There are multiple teaching techniques that an educator can implement during instruction to foster the development of understanding within their students. However, in order to do so, it is imperative that the educator differentiate between "knowing" and "understanding." Essentially, knowing can be illustrated as the ability to restate information, while understanding can be illustrated through one's ability to analyze and interpret information. Though this task is not as clear cut as others, defining the term "understanding" and exploring the cognitive processes it requires can have a dramatic effect on how one structures instruction.
By the end of this unit, you will be able to:
- Differentiate between "knowing" and "understanding"
- Examine instructional strategies that promote understanding
For this unit, you will be required to read two articles that I have provided for you below. The first article provides a differentiation between "knowing" and "understanding." The second article I have provided for you examines instructional strategies and techniques that promote understanding.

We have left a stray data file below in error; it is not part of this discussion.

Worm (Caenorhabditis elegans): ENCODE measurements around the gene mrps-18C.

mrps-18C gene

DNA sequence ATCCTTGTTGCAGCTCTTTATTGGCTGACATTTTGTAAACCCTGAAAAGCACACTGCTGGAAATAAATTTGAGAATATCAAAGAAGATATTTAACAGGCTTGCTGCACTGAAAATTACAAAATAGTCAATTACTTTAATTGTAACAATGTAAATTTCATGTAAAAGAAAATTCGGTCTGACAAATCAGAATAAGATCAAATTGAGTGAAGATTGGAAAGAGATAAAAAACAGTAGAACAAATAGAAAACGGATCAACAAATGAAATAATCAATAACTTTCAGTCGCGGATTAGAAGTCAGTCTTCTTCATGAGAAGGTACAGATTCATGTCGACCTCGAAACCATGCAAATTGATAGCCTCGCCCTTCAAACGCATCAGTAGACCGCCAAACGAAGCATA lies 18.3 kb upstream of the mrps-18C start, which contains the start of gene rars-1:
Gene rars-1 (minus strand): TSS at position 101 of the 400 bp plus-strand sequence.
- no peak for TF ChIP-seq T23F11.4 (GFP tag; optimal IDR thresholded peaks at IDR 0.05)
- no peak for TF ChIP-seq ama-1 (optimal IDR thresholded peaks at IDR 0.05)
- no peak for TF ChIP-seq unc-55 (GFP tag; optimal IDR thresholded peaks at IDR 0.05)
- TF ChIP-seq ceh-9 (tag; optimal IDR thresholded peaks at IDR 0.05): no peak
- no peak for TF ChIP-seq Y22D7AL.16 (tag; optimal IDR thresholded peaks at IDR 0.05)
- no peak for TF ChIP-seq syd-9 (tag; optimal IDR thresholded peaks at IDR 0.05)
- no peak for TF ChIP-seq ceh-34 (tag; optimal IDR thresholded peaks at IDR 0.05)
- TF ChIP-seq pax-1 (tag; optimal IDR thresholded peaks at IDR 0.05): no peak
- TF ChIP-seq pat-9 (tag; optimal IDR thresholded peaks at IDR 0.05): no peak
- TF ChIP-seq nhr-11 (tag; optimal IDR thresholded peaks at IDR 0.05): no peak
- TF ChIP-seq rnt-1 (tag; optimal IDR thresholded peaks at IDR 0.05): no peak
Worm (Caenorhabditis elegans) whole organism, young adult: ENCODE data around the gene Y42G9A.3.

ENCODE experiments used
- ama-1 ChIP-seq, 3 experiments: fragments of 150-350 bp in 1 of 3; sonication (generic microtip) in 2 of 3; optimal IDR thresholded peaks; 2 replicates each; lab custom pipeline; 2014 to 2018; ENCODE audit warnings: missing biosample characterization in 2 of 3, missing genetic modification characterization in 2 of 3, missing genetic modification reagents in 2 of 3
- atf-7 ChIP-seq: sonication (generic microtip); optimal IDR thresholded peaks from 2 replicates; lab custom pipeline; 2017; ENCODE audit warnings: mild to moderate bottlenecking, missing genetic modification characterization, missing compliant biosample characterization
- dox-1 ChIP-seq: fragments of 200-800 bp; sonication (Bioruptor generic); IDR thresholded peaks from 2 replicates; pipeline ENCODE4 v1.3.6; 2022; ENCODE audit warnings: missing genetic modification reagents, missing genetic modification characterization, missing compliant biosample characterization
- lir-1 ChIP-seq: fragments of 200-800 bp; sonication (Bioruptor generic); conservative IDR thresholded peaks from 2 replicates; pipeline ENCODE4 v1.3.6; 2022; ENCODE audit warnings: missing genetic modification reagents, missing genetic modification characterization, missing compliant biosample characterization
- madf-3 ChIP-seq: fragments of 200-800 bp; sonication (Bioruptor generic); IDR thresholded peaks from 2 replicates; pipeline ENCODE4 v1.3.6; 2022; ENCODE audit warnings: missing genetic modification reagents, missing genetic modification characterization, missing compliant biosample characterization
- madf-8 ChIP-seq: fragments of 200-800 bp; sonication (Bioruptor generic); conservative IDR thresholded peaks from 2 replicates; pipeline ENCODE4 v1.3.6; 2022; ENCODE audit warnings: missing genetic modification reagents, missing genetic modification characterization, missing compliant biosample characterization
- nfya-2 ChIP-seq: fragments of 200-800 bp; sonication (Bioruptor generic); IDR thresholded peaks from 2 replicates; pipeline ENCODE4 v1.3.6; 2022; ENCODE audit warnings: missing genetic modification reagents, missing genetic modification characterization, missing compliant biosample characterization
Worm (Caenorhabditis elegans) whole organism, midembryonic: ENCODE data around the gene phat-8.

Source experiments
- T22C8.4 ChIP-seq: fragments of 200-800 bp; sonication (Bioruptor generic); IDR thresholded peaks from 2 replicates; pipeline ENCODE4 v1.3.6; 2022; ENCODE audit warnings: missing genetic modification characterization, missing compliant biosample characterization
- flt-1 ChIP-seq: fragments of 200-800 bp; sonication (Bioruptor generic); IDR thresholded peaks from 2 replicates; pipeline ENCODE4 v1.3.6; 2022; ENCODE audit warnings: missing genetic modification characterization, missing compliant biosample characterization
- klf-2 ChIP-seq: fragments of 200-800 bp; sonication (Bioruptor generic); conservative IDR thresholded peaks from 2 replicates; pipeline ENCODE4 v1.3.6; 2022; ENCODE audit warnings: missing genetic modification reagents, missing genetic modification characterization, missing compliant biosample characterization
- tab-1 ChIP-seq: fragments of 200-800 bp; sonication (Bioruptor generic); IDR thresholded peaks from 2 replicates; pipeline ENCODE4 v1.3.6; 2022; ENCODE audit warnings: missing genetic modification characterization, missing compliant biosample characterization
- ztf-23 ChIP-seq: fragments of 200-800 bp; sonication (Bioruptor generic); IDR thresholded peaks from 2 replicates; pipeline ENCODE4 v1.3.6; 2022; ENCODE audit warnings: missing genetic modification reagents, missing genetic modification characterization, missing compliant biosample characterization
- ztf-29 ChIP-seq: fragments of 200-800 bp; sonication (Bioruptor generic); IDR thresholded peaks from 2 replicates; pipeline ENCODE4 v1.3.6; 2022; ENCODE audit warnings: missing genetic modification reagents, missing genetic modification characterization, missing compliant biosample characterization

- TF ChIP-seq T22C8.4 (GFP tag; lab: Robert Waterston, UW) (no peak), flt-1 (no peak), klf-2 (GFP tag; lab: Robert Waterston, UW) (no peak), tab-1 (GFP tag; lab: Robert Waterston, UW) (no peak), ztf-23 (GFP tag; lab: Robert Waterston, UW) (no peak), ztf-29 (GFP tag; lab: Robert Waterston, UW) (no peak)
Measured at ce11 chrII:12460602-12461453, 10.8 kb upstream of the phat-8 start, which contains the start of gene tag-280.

After you have completed reading these articles you are to write a brief analysis of the main ideas presented in the articles. Though there is no length requirement or limit on this assignment, you should demonstrate a thoughtful analysis of the readings. Please be sure to include ideas from BOTH pieces.
- In your analysis, reflect on some of the instructional strategies your professors may have utilized in the past. Consider if your professors were targeting understanding or knowledge.
- When you have completed the readings and your summary, visit our discussion page to reflect on the ideas or concepts presented in this unit. Please feel free to visit this page at any point throughout your examination of the content presented in this unit to see what your peers have discovered.
Below are the two readings required for this unit.
1) David Perkins and Tina Blythe "Putting Understanding Up Front"
2) Janis Bulgren and David Scanlon "Instructional Routines and Learning Strategies That Promote Understanding of Content Area Concepts"
Perkins, D., Blythe, T. (ND) Putting understanding up front.
Bulgren, J., Scanlon, D. (1997) Instructional routines and learning strategies that promote understanding of content area concepts. Journal of adolescent & adult literacy, 41(4), 292-302. Retrieved from JSTOR. Retrieved from http://www.jstor.org.libproxy.albany.edu/stable/40015588?&Search=yes&term=%22student+understanding%22&list=hide&searchUri=%2Faction%2FdoAdvancedResults%3Fhp%3D25%26la%3D%26wc%3Don%26acc%3Don%26gw%3Djtx%26jcpsi%3D1%26artsi%3D1%26q0%3D%2522student%2Bunderstanding%2522%26f0%3Dall%26c0%3D%26sd%3D%26ed%3D%26jo%3D%26dc%3DEducation%26si%3D1%26jtxsi%3D1&item=21&ttl=821&returnArticleService=showFullText
Advance to Unit Two: Generative Topics in Social Studies